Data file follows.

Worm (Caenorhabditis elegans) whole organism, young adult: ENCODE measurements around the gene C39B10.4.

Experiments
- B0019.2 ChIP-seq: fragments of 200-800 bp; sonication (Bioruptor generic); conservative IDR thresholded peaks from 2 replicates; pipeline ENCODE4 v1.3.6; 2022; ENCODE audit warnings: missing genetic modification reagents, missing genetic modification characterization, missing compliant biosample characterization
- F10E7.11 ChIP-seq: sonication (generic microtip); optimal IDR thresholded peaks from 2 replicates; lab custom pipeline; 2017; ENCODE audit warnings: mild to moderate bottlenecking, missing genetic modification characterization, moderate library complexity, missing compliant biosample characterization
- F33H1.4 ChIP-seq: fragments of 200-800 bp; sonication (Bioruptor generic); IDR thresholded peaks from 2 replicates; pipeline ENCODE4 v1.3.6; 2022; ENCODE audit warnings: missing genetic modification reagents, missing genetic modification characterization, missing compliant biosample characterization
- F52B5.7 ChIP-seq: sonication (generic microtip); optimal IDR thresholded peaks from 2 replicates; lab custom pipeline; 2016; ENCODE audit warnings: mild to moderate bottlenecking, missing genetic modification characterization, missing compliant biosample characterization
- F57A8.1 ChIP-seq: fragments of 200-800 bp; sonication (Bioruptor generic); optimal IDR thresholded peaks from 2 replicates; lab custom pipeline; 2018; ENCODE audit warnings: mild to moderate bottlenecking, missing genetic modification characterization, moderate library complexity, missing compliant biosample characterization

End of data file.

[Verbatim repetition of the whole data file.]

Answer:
Worm (Caenorhabditis elegans) whole organism, young adult: ENCODE measurements around the gene C39B10.4.

Experiments
- B0019.2 ChIP-seq: fragments of 200-800 bp; sonication (Bioruptor generic); conservative IDR thresholded peaks from 2 replicates; pipeline ENCODE4 v1.3.6; 2022; ENCODE audit warnings: missing genetic modification reagents, missing genetic modification characterization, missing compliant biosample characterization
- F10E7.11 ChIP-seq: sonication (generic microtip); optimal IDR thresholded peaks from 2 replicates; lab custom pipeline; 2017; ENCODE audit warnings: mild to moderate bottlenecking, missing genetic modification characterization, moderate library complexity, missing compliant biosample characterization
- F33H1.4 ChIP-seq: fragments of 200-800 bp; sonication (Bioruptor generic); IDR thresholded peaks from 2 replicates; pipeline ENCODE4 v1.3.6; 2022; ENCODE audit warnings: missing genetic modification reagents, missing genetic modification characterization, missing compliant biosample characterization
- F52B5.7 ChIP-seq: sonication (generic microtip); optimal IDR thresholded peaks from 2 replicates; lab custom pipeline; 2016; ENCODE audit warnings: mild to moderate bottlenecking, missing genetic modification characterization, missing compliant biosample characterization
- F57A8.1 ChIP-seq: fragments of 200-800 bp; sonication (Bioruptor generic); optimal IDR thresholded peaks from 2 replicates; lab custom pipeline; 2018; ENCODE audit warnings: mild to moderate bottlenecking, missing genetic modification characterization, moderate library complexity, missing compliant biosample characterization